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Conservationists say only renourishment can save Crab Bank. Andy Hollis/Coastal Conservation League/Provided

Here’s your chance to help save a key seabird sanctuary in the heart of Charleston Harbor.

About $1.25 million needs to be raised by December to ensure Crab Bank is restored as part of the harbor’s larger dredging project. But that’s only $10 each from 125,000 donors, or $25 each from 50,000 donors, so we want to help pass the hat.

Businesses that want to see their names associated with a worthy cause shouldn’t be shy. The State Ports Authority has committed $10,000 to help rebuild Crab Bank and $10,000 a year through 2027 to support a statewide campaign aimed at maintaining seabird rookeries.

It’s a now-or-never campaign. The sandbar-cum-island, one of just five protected rookeries statewide, has been a prime nesting spot for pelicans and more than a dozen other species of sea- and shorebirds for decades, but its high ground has been washed over at high tide since Tropical Storm Irma. No birds have nested there this year. And the money needs to be raised by the time the dredges now working the outer harbor work their way up the channel early next year.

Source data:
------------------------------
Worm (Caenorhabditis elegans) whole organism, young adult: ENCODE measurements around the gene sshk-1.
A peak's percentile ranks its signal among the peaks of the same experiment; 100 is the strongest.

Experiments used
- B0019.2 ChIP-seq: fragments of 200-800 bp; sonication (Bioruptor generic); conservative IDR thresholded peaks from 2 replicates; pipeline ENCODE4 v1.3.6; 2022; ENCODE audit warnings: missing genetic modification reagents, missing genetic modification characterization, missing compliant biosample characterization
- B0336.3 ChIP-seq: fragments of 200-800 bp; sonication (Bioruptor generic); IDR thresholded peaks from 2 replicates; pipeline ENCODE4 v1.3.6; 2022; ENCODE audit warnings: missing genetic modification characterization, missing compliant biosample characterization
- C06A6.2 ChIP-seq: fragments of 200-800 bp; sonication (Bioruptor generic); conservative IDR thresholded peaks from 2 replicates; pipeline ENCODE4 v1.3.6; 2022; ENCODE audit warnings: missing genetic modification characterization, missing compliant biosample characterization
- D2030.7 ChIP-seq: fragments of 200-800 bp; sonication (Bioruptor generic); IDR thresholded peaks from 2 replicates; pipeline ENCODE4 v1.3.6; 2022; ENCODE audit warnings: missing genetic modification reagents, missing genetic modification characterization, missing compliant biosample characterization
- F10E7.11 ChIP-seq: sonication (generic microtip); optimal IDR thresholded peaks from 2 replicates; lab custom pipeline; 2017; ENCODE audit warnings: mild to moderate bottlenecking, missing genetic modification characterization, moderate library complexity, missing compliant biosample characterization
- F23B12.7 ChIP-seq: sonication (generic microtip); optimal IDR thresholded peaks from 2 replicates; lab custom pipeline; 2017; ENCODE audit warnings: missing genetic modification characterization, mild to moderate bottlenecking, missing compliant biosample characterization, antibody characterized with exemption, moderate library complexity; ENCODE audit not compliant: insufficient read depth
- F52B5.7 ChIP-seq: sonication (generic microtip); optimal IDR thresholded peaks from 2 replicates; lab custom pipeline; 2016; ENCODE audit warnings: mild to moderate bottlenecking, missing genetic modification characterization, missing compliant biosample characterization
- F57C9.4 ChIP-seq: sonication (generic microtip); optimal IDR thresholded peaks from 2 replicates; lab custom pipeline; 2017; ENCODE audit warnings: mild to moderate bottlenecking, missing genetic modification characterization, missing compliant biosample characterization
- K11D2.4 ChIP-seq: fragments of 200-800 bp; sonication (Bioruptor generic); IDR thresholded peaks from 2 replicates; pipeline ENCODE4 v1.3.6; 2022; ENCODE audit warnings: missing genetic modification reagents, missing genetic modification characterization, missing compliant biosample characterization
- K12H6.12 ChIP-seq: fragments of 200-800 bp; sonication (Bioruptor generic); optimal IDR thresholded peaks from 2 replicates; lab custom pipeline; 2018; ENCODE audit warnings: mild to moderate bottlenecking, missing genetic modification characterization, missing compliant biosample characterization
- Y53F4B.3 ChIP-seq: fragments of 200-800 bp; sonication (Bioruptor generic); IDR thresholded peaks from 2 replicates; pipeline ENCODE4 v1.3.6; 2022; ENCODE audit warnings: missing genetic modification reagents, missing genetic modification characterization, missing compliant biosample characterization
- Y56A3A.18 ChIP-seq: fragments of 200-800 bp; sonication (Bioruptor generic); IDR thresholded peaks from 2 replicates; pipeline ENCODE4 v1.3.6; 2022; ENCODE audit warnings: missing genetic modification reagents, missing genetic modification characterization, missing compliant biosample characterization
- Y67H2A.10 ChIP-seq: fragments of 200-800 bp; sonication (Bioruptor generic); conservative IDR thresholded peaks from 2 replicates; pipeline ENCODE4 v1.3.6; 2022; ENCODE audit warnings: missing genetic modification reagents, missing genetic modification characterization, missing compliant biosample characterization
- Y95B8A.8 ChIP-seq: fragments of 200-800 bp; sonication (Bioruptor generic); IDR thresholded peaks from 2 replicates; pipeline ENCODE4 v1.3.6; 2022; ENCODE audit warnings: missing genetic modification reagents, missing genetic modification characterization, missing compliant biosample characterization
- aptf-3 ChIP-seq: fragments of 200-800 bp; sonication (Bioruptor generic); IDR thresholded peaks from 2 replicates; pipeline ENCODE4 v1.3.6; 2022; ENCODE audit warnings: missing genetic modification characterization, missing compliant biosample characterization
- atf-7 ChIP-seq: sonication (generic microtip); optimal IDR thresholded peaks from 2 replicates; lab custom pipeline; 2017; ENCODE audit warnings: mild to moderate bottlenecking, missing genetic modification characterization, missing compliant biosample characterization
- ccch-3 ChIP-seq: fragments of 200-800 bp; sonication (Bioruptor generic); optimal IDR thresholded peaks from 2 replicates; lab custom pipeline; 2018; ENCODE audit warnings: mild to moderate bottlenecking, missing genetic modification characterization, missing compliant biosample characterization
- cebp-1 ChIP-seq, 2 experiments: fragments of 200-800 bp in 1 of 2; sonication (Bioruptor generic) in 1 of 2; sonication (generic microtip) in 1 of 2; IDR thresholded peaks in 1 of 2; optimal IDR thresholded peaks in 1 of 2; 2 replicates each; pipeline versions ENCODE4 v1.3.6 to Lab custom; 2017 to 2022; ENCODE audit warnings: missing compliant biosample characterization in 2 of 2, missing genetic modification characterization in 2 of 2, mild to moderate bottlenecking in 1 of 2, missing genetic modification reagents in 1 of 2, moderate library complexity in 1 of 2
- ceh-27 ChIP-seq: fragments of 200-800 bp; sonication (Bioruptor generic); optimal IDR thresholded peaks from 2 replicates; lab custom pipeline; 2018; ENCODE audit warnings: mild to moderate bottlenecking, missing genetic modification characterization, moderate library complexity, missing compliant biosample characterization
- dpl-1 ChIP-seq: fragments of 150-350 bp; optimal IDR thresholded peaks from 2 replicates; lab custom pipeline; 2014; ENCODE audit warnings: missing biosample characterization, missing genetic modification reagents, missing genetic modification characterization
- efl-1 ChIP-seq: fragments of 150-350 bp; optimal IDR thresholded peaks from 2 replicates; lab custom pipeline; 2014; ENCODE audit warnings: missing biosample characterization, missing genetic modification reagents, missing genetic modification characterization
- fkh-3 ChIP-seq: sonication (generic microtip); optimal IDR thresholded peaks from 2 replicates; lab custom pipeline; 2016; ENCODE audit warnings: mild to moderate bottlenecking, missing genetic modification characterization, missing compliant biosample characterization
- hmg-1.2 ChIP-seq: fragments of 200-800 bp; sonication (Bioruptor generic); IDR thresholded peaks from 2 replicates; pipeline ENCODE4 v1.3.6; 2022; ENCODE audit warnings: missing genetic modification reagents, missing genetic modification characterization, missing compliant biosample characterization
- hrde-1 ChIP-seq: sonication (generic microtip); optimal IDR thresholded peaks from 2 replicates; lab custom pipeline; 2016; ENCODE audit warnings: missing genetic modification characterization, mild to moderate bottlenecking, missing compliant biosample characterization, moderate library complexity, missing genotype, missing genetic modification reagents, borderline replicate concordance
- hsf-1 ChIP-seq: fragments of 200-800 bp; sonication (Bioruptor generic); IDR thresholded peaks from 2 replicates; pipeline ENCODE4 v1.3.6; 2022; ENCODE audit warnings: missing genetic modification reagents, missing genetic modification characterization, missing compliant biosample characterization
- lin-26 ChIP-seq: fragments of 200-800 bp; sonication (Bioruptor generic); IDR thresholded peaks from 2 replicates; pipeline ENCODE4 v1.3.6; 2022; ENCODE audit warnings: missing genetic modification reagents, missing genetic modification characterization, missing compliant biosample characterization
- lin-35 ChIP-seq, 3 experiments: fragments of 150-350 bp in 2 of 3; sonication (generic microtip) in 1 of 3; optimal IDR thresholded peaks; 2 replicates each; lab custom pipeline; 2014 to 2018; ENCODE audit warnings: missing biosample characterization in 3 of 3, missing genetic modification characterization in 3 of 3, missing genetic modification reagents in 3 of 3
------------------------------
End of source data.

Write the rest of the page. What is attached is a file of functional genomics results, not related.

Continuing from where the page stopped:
Rebuilding the island to nearly 30 acres of high ground would make it suitable for as many as 5,000 nesting birds. Between 2009 and 2017, Crab Bank was home to about 4,000 pelican nests, 15,000 royal tern nests and about 400 black skimmer nests.

Having a thriving rookery within paddling distance of Shem Creek isn’t just good for the birds.

“This is part of Lowcountry culture,” wrote Chris Crolley of Coastal Expeditions in a recent column for The Post and Courier. Over the past 20 years, Mr. Crolley has introduced thousands of people, including school groups, to the up-close wonder of the place.

“Let us set the example for our children and grandchildren that, when given the opportunity to protect precious habitat and otherwise defenseless creatures, we said ‘yes,’” Mr. Crolley wrote.

Indeed. Recognizing the importance of Crab Bank now augurs well for its future. Fifty years from now, it may need renourishing again. In the meantime, helping save Crab Bank will be something Charlestonians will be able to enjoy for decades, point to and say, “I did my part.”

Since the 1950s, seabird populations have declined by nearly 70 percent worldwide, and most South Carolina seabird populations are in decline, largely due to loss of habitat, according to the Department of Natural Resources, which named Crab Bank a protected seabird sanctuary in 2006. Any funds raised beyond the goal will go into a permanent fund to maintain South Carolina’s other seabird sanctuaries.

Nearly $300,000 has been raised so far by Coastal Bird Conservation Partners, a coalition of wildlife and conservancy groups heading up the fundraising campaign. Donations can be made via The Post and Courier is also accepting donations via its Media in Education. For more information, go to